Technology has set us on a path toward one of two dystopian scenarios–but it’s not too late to save democracy

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We are in the throes of a global trust crisis. Only two in 10 Americans say they believe the government will do the right thing “just about always” or “most of the time.”

In fact, a majority of people across 28 countries say their default is to distrust until they see proof–and less than half of citizens in many democracies trust their institutions.

For some societies and marginalized populations, the trust crisis is nothing new–but its expansion represents a troubling trend, one stemming from rising societal divisions, unprecedented global challenges, and the rampant spread of misinformation.

While I’m an optimist who has long championed technology, it, too, has played a role in deepening distrust. However, technology can also help resolve the trust crisis.

Two pessimistic but plausible paths

Today, a confluence of forces is causing trust levels to decline across many countries. Rising inequality and impunity among elites have shaken faith in established systems. The “move fast and break things” mentality and the misuse of technology for profit (or repression) have deepened mistrust and even contributed to political violence. Misinformation has exploded, with more than three in four people in 28 countries reporting that they worry about the weaponization of fake news. Meanwhile, a plethora of global crises–the pandemic, war, inflation, climate change, cyberattacks, racism, and growing authoritarianism–have sown fear of the future.

If we can’t get a handle on the negative forces that technology has unleashed, trust will continue to deteriorate. In one scenario, traditional institutions keep declining as they fail to address the current crisis, and technology accelerates the demise of established systems. 

A second possibility is that institutions remain effective, but at a cost to personal freedom. Governments seize control of technology, which is dominated by large, centralized networks. Interactions are highly monitored and rights are repressed. Easy access to surveillance technology allows digital authoritarianism to spread.

Is there a better path? I think there is one, but it will require businesses to pay closer attention to societal trust.

Societal trust is critical to business prosperity  

Rachel Botsman defines trust as “a confident relationship with the unknown.”

In traditional societies, trust was based on personal relationships, starting with family and tribe. Beyond those limits, trust was low. Venezuela is one of many examples of a low-trust environment where the business climate has deteriorated due to corruption and institutional weakness. Today in Caracas, negotiating deals or completing transactions is slow, costly, and difficult.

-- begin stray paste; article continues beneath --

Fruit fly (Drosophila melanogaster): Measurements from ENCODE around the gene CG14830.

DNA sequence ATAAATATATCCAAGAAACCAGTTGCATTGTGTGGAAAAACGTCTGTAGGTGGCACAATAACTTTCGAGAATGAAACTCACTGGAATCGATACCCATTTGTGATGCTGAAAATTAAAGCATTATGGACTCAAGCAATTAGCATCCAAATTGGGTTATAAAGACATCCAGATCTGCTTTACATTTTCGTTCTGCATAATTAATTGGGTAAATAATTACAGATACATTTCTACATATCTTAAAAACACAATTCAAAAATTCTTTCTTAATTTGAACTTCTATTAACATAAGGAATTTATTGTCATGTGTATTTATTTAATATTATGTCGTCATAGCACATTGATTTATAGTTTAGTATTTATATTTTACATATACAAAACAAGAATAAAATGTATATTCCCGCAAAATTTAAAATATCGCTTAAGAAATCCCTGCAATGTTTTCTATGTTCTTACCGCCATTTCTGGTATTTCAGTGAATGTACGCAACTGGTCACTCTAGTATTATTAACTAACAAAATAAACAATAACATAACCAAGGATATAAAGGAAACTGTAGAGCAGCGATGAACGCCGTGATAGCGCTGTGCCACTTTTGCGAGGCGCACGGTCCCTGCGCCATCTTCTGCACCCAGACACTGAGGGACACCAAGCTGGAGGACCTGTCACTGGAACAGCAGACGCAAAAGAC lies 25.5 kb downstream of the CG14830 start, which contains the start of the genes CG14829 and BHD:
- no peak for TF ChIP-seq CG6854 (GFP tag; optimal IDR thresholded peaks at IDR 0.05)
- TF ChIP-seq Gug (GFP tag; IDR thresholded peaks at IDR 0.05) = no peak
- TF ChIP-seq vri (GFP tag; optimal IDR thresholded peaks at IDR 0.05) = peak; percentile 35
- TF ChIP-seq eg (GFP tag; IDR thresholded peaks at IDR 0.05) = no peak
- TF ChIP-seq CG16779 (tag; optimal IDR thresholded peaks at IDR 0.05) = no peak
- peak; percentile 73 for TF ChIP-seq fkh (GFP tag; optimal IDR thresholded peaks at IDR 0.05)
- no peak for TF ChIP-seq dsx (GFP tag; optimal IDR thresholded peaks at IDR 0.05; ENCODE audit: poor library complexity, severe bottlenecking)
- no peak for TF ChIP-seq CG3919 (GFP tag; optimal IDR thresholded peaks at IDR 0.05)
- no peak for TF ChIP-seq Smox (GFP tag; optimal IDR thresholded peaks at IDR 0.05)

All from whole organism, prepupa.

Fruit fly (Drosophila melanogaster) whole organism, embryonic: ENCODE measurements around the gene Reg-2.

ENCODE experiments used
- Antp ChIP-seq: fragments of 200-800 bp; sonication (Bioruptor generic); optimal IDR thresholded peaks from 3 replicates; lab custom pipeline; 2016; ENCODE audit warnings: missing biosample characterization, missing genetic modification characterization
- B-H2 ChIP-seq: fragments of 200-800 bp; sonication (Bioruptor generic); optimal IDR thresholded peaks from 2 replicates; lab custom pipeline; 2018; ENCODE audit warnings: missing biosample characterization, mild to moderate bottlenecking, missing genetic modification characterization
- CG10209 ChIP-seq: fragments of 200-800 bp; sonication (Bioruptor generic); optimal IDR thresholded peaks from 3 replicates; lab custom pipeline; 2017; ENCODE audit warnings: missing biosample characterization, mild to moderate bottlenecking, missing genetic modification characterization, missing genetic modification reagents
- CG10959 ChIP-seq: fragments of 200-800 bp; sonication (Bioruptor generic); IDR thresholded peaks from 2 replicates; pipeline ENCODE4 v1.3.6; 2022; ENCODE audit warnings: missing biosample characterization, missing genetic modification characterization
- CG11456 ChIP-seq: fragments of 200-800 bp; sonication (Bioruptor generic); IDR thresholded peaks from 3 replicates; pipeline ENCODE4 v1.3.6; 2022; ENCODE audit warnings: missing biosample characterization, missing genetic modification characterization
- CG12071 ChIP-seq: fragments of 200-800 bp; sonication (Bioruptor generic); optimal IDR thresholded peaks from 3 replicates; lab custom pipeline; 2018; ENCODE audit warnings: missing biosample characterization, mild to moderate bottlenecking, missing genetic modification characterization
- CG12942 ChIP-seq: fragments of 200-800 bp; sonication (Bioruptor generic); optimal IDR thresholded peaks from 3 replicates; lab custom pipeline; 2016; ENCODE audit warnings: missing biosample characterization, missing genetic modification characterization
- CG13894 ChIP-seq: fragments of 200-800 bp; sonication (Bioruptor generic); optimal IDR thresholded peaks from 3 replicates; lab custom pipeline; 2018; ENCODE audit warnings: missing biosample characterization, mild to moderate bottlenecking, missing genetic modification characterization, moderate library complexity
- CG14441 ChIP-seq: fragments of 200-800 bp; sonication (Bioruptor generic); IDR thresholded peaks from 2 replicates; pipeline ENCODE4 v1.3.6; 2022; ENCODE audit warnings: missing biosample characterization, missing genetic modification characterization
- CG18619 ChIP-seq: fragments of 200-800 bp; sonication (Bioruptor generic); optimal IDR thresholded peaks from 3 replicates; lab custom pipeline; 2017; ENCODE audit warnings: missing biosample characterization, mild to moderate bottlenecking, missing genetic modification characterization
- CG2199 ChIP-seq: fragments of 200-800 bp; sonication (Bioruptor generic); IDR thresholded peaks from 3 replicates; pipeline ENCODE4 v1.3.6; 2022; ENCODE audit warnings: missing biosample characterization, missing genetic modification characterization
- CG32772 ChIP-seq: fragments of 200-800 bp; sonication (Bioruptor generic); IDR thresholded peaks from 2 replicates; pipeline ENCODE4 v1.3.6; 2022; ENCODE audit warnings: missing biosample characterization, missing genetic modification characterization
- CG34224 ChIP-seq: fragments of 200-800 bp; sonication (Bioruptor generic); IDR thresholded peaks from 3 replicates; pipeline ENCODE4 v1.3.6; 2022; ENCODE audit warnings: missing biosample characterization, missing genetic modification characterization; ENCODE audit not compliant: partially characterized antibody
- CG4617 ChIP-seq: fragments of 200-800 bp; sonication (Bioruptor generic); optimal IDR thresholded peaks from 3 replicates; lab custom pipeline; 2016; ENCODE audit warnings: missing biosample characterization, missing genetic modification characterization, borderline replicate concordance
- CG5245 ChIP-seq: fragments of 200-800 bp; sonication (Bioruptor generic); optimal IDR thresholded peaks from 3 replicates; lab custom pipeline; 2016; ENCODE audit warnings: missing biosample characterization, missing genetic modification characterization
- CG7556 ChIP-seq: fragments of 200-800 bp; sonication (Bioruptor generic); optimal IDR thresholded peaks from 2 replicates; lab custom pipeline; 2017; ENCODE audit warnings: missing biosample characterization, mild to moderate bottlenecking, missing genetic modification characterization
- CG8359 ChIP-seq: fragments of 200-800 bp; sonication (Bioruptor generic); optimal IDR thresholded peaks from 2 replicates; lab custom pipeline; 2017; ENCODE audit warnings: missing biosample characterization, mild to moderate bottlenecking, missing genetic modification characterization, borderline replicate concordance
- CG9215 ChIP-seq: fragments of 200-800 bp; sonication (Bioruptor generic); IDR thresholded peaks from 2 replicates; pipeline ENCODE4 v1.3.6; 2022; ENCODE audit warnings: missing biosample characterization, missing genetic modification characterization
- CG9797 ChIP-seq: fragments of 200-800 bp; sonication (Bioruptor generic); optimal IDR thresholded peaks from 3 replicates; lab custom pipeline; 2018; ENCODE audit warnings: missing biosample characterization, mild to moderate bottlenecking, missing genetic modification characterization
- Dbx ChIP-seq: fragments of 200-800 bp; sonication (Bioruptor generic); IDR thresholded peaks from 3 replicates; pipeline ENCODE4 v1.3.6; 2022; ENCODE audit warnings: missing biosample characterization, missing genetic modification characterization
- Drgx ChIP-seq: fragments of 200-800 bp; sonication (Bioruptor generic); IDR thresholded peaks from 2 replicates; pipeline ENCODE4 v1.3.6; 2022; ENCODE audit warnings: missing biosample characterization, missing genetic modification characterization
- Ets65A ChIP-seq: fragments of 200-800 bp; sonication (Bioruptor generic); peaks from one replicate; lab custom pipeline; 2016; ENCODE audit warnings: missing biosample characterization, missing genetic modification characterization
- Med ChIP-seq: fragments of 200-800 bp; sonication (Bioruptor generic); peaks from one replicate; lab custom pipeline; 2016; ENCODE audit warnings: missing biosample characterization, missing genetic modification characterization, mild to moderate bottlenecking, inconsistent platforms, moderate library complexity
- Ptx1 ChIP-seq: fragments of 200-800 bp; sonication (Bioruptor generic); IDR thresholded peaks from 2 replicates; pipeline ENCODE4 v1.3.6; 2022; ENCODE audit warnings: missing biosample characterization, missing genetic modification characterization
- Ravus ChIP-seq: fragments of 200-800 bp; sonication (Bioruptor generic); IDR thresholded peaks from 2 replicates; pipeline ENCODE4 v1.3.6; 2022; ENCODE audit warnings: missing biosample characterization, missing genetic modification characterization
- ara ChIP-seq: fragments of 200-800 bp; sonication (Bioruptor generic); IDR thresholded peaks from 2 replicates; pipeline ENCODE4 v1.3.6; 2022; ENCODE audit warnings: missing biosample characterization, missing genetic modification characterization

A prosperous, modern society requires high levels of trust. Political scientist Francis Fukuyama noted that “spontaneous sociability”–the willingness to form new associations and cooperate–is key to economic success. In a high-trust society, you have faith that a cab driver will get you to your destination, or a seller will honor a property contract. These norms help society function efficiently, lower the cost of doing business, and, over time, make a significant contribution to business formation and growth.

A path to a better future

To change our current trajectory, we need to leverage both technology and smarter governance to rebuild trust. Relying on technology to fix itself or regulatory action alone won’t get us there. Neither will waiting for distributed networks of individuals to reclaim control of technology from top-down, centralized systems. Instead, we need a better balance of approaches, including cooperation between the public and private sectors.

For businesses, it remains important to focus on how we operationalize trust with customers and other stakeholders, but we also need to focus on societal trust. By understanding the deeper dynamics of our own efforts and paying attention to how trust is experienced outside our walls, businesses can make better decisions and contribute to repairing trust in the societies in which we operate.

Trust is built when people perceive that institutions not only do what they say they will–but also do the right thing.

And while it can be difficult to avoid the distractions of the latest controversy, we should focus on fixing institutions, not just issues. For inspiration, look at the initiatives emerging around digital democracy across the world. When people feel that the rules of the game are clear, fair, and enforced, they’re far more likely to trust the results.

In chaotic and dangerous times, we need technological innovation that’s grounded in trust as a shared value from the get-go.

Peter Schwartz is Salesforce’s Chief Futures Officer and SVP of strategic planning.

The opinions expressed in commentary pieces are solely the views of their authors and do not necessarily reflect the opinions and beliefs of Fortune.

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